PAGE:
The Book Thief is a handsomely mounted but strangely pitched adaptation of Markus Zusak's 2005 novel about a young girl in Nazi Germany. The accents grate. Dialogue here is delivered in English but with a Germanic twang and a few German words ("nein!") thrown into the mix. Much of the material is very dark indeed but even against the backcloth of the Holocaust, the film plays like a typical coming-of-age story.
Our narrator is Death himself, voiced by the well-spoken (and non-Germanic) Roger Allam. He is looking down from above the clouds on the trials of the young protagonists. Sophie Nélisse is very impressive as the youthful heroine Liesel Meminger, who at the beginning of the film loses her beloved brother and is given up to impoverished foster parents (Emily Watson and Geoffrey Rush).
Nélisse brings both a cutesy quality (reminiscent of Millie Perkins in The Diary of Anne Frank) and a toughness to her role as the book-loving child bemused by the violence around her. Watson clucks and scolds as her stepmother, sometimes coming close to caricature as she frets over the laundry or twists little Liesel's ear, but ultimately giving the character an emotional depth. Rush is effective, too, as the accordion-playing, kind-hearted stepdad who takes in a Jewish refugee as part of a pledge he made to an old soldier colleague.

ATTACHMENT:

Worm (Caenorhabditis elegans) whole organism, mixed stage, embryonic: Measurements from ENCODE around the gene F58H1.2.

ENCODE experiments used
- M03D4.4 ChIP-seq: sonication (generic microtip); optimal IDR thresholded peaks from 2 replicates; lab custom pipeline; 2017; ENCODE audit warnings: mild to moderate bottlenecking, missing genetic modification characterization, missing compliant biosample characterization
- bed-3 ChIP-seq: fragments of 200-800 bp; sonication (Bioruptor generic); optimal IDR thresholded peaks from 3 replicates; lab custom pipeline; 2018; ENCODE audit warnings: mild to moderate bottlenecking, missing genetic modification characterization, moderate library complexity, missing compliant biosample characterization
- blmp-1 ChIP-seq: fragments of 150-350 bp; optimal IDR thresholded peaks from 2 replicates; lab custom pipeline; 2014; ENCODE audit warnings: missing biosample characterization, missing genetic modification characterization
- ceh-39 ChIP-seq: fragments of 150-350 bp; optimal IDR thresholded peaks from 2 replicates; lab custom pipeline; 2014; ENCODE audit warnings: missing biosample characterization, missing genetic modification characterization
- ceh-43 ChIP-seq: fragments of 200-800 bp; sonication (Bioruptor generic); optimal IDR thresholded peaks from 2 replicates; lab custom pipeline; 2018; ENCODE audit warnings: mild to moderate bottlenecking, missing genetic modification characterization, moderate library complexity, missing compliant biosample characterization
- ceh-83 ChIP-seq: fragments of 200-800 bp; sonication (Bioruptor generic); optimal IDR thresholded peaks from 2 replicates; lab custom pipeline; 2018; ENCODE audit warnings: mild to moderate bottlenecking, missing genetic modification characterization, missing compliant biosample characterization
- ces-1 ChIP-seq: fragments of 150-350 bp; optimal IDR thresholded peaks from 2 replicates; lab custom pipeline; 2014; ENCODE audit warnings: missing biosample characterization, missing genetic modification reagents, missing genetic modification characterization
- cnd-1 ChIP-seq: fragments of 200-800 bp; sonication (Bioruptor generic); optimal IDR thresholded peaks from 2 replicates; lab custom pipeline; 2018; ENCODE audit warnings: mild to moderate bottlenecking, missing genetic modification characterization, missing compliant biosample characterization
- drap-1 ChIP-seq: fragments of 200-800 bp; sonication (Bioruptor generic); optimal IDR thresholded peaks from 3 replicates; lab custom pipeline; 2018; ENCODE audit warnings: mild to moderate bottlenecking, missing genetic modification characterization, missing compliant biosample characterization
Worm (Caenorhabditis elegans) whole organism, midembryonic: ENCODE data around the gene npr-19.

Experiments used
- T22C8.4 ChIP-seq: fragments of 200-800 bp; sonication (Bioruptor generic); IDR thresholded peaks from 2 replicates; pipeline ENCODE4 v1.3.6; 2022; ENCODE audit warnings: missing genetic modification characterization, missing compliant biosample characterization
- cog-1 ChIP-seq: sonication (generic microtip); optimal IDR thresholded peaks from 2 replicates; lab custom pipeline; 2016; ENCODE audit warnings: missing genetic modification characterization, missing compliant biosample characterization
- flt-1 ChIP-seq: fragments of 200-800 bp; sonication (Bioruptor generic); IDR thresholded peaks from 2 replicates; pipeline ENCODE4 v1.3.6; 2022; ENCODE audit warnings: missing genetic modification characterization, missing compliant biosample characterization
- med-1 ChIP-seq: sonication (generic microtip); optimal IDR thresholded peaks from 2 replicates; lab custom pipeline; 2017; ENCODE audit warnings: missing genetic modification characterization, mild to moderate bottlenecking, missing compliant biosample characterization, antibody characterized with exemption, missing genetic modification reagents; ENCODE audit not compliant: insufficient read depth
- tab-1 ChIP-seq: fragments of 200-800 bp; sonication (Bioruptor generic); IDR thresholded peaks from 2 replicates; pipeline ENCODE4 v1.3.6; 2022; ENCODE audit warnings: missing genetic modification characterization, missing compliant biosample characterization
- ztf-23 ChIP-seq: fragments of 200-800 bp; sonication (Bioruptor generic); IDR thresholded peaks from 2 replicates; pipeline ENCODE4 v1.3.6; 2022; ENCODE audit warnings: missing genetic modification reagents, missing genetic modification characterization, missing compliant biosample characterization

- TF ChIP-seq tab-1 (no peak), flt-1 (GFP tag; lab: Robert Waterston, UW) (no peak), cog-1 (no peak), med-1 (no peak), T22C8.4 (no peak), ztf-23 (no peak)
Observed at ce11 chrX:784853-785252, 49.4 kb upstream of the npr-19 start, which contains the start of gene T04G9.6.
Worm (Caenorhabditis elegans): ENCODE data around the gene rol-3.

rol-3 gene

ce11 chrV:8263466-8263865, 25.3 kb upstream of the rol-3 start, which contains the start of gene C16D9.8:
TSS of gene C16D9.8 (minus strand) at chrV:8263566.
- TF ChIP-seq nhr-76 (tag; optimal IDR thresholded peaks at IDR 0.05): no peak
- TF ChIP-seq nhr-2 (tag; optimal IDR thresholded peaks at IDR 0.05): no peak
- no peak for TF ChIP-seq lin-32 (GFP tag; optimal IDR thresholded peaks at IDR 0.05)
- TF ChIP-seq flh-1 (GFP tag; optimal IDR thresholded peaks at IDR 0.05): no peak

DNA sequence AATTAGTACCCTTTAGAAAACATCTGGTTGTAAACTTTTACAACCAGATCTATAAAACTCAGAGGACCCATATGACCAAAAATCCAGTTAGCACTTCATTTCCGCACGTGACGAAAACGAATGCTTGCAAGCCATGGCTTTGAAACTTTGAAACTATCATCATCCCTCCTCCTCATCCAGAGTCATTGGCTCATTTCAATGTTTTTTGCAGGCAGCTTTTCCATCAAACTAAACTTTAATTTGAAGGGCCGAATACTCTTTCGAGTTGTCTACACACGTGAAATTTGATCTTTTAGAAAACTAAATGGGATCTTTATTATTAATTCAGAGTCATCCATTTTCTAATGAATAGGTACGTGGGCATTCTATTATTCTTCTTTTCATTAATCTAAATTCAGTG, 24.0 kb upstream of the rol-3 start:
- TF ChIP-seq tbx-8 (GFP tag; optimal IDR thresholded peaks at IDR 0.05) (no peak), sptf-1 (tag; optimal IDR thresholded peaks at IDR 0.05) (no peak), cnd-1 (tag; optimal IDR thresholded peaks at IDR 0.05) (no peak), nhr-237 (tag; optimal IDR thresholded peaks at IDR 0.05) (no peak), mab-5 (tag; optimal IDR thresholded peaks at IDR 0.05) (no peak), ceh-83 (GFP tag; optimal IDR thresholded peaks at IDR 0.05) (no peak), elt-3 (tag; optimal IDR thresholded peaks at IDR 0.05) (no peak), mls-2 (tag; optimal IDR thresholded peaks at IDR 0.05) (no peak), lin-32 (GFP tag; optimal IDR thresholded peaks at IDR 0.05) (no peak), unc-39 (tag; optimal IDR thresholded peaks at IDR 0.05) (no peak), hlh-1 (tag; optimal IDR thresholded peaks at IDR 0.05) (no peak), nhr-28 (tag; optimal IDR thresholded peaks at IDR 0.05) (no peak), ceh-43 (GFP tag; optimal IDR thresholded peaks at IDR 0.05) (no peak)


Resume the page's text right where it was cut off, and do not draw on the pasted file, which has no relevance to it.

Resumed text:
The film-making style seems disconcertingly glossy given the downbeat themes. There is picturesque imagery of steam-belching trains crossing snowy landscapes and of kids playing in the streets. We see beatific- looking children singing in school choirs even as Nazis are smashing windows and burning books in the streets nearby. The swirling John Williams score and unabashed sentimentality don't help a film that would surely have benefitted from taking a tougher approach.